Low-light-level imaging

Low-light-level imaging

What is low-light-level imaging?

Low-light-level imaging in semiconductor microscopy applications is used to detect faint emissions. This technique is also called photon emission microscopy or electroluminescence imaging. In general, electroluminescence is the emission of photons due to electrical stimulation.

What is low-light-level imaging used for?

Photon emission microscopy is typically done with SWIR cameras. In the SWIR band it is a proven technique for fault localization in microelectronic failure analysis.

How to localize faults?

Faults are localized by using several different techniques to isolate the defective areas on a die in the failed units. This is a very critical step in microelectronics as it dramatically reduces the area required for analysis. The localized defect is then characterized with a view to further understand the failure mechanism.

What causes photon emission?

Photon emission can be caused by the following type of defects in the semiconductor material:

  1. Hot electrons or hot holes
  2. Chemical impurities
  3. Deep traps
  4. Physical defects

Photon emission from defects are generally associated with forward and reverse biased pn junctions, transistors in saturation or dielectric breakdown.

What do we offer?

We have specially designed the Cougar-640 for this application. This highly sensitive SWIR camera has a high resolution of 640 x 512 pixels and a 20 μm pixel pitch. Because of its LN2 cooling and specially designed SFD ROIC, the Cougar-640 reaches a read noise of  20 e- and a dark current of less than 20 e-/s. This allows the user to reach exposure times of several hours and makes the detection of the lowest light levels possible.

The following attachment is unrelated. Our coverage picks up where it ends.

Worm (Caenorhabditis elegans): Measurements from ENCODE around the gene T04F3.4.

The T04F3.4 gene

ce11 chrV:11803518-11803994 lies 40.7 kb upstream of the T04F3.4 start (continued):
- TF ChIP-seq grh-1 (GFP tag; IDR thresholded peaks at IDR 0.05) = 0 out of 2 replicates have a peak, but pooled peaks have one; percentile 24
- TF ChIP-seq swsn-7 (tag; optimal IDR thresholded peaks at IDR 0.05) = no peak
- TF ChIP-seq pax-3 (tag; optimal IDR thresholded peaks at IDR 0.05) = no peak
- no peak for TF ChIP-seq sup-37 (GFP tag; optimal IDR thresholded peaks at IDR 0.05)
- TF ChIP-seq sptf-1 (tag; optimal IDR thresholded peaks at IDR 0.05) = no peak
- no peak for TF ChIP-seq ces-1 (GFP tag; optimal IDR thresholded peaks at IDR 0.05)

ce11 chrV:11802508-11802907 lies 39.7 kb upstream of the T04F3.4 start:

Next to the Cougar-640, we also offer the Xeva-1.7-320 TE3 and Cheetah-640CL TE3 for low-light-level imaging. 

 

What features are needed?

  • TE cooler (3 stage) or liquid nitrogen (LN2) cooling
    Cooled SWIR cameras have lower dark current, reach lower noise levels and have higher dynamic ranges. Both TE3 as LN2 cooled cameras are available
  • Long exposure time
    Long exposure times (up to several hours) are needed for the detection of low-light-level signals
  • High sensitivity
    Low noise and low dark current are crucial to achieve the best image quality in low light level conditions
  • Low read noise
    Low read noise results in high sensitivity for low light signals

Are you looking for more information? 

Let us know. We are happy to help.

Contact us

Documents

Press Releases
Xenics at Vision 2012: Cougar-640 SWIR camera is LN2-cooled for lowest noise and dark current We demonstrate the Cougar-640 LN2-cooled SWIR camera at Vision 2012. This camera is perfectly suited for extreme low-light-level applications (2012)
Application notes
Xeva-1.7-320-TE3 for low light level imaging The Xeva-1.7-320-TE3 camera can be used in a wide variety of applications. This application note goes deeper into detail on photon emission microscopy and photon emission analysis.
Semiconductor failure analysis using SWIR cameras Cooled, very sensitive detectors are critical for low-light-level measurements in spectroscopy, fluorescence imaging, and photon emission measurements, including semiconductor failure analysis.
SWIR cameras for timely defect detection ensure higher yields in solar cell production. SWIR cameras for timely defect detection ensure higher yields.
Electroluminescense analysis using SWIR cameras speeds up the development of solar cells Electroluminescence analysis accelerates thin-film solar cell development
Sensitive infrared InGaAs cameras detect weak electroluminescent radiation emitted by thin-film solar cells Electroluminescence analysis improves the quality of solar cells
Low-noise SWIR InGaAs camera accelerates Melanoma diagnosis Dutch researchers have used the Cougar-640 to develop a cutting-edge method to accelerate the diagnosis of melanoma

Professional service, knowledge and advice!

Secure in Air appreciates the professional service, knowledge and advice of Xenics in implementing the Gobi camera in our project GeoCampro. Our client was more than satisfied with the results, looking for (thermal) defects in the railways. 

Robert de Nes, Secure in Air